"When we passed the current teen driving law, we didn't have this overwhelming evidence that shows us that late-night driving and driving with lots of passengers causes so many more accidents, but now it is just absolutely irrefutable," he said.
Proponent for change
Sen. Les Donovan, R-Wichita, who is chairman of the Senate Transportation Committee, doesn't need statistics to convince him. He has seen it firsthand as a longtime car dealer and father of three.
"Every one of my children had an accident when they were young," he said.
Donovan said his eldest son is lucky to be alive after rear-ending a vehicle at about 90 mph on the day that he got his car.
"It was a horrible accident, and we were just lucky by the grace of God that nobody was killed, but they could have been," he said.
There were two other boys in the car with him. Donovan said he took his son's car away and didn't return it until he was 17. His son didn't argue a bit.
"Every year of additional training and driving and experience makes that driver a safer driver, and that's what a graduated driver's license tries to do," he said. "It saves lives. It's too bad that we have to think about that before we can implement it."
While some lawmakers aren't convinced laws need to be changed, a new survey released Tuesday by AAA Kansas found that 65 percent of Kansas teens supported a graduated license system.
Rachel Saladin and Tracy Stowe, both 16, can be counted among them. The Lawrence teens support an increase in the age limit and imposing restrictions on wireless devices, nighttime driving and passengers, especially because they know classmates and friends who have been in car accidents. Rachel knew one teen who had been in three accidents during the past couple of months.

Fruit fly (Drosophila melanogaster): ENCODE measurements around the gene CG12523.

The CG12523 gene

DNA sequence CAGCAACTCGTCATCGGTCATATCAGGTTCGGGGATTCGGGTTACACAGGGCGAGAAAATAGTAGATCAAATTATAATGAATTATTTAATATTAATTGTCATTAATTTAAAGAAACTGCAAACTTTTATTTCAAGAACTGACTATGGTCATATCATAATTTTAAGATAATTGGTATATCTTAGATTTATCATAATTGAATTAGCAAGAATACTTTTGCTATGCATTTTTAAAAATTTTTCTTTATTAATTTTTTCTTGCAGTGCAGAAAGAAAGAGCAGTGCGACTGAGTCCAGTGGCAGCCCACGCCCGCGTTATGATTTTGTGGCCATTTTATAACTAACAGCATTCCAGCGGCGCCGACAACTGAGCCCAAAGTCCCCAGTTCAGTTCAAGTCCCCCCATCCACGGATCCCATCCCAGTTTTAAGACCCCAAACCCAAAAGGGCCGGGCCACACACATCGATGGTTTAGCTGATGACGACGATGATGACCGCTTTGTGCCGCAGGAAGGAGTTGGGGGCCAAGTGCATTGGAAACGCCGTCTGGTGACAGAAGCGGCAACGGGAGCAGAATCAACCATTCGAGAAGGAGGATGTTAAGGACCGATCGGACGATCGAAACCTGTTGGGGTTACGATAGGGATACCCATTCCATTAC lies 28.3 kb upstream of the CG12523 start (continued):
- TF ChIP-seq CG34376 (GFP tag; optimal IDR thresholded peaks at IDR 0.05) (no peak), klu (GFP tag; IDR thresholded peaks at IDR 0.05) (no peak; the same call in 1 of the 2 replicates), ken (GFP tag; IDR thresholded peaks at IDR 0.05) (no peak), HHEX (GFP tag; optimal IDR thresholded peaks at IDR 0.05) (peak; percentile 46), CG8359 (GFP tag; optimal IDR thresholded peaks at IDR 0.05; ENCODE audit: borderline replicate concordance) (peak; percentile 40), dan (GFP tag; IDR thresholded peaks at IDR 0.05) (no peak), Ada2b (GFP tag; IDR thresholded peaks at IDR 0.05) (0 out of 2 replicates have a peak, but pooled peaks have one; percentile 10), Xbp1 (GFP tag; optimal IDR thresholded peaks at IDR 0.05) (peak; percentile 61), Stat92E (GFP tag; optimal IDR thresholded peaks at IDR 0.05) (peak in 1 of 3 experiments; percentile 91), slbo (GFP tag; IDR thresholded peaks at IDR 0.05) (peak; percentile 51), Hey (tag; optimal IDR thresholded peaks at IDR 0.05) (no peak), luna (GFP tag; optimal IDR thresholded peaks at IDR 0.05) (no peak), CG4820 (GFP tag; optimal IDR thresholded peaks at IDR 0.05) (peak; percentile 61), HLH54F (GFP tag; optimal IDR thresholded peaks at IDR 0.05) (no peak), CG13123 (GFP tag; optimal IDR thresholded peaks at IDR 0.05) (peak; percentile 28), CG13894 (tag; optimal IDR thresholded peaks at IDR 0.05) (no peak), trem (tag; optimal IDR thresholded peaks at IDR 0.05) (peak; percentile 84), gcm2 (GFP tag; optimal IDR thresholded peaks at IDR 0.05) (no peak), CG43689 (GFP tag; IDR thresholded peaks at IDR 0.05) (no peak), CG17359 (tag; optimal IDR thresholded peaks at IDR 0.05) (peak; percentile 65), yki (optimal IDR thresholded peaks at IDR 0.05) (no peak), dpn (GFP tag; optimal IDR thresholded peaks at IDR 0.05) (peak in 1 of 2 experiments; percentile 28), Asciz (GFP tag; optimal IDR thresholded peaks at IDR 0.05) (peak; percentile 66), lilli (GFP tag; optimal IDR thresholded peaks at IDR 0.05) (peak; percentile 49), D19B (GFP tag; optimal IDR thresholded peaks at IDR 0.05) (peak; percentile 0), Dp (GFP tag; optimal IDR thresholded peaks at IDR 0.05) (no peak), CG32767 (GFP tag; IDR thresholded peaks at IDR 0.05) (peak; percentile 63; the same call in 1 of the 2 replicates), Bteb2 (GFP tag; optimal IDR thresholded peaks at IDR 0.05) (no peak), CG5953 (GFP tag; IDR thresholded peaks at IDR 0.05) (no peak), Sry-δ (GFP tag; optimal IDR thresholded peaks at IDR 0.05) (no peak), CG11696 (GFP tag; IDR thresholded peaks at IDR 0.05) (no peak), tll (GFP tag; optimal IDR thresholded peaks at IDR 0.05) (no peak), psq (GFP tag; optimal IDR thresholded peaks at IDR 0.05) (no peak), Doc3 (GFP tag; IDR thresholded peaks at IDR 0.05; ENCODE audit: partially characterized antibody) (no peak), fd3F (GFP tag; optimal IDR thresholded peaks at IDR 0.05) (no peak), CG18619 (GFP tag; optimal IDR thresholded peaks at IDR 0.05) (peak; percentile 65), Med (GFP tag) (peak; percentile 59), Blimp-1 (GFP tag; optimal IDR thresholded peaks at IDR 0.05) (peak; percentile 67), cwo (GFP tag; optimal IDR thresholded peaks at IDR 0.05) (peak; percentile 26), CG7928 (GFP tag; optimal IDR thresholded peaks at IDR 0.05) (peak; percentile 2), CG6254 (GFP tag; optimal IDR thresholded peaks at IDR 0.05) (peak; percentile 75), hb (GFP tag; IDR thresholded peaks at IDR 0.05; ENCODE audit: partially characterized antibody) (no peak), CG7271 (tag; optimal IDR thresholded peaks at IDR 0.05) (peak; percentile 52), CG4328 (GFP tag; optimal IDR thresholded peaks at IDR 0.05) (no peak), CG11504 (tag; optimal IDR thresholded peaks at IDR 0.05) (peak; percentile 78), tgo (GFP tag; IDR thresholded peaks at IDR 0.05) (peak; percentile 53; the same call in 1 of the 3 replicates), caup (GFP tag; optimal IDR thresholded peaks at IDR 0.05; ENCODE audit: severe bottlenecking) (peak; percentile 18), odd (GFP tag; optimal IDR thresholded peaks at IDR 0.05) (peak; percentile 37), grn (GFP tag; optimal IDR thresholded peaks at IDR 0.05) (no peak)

Kole Buck, 15, doesn't see a need to change the law, however, and said it depends on each individual.
"It's how kids choose to use the privilege," he said.
KyAnne Hall, 14, added that carpooling not only could help pay for gas but also limit the number of teen drivers on the road. She said some teens work after 9 p.m. - a time restriction that AAA Kansas would like to see implemented - and thought driving would be safer than walking late at night.
Her mother, Deb Hall, thought the restrictions were a good idea, but wasn't sure if she would support raising the age limit.
"I have mixed emotions. I think at a little bit older they might be more responsible and a little better equipped, but I don't think they should raise it too much because they have to learn before they get out of high school and go to college," she said. "It's kind of a catch-22."
Kole's mother, Lisa Rothwell, also questioned raising the age limit.
"They are old enough to start working. They are old enough to go to high school, but they are not old enough to drive," she said. "It's kind of one of those double jeopardy things. We'll take you for work, but you can't drive yourself."
The AAA Kansas survey found that while most parents impose the kinds of restrictions that are at the heart of the graduated license approach, many fall short of protecting their children. They don't communicate the restrictions to their children, and they remove the restrictions too soon.
"If you have your own teenagers, take control, regardless of the law," said Jim Hanni, executive vice president of AAA Kansas. "It's practice, practice, practice. Keep drivers from driving at night when they first start out, and limit passengers and wireless devices.
"It simply saves lives."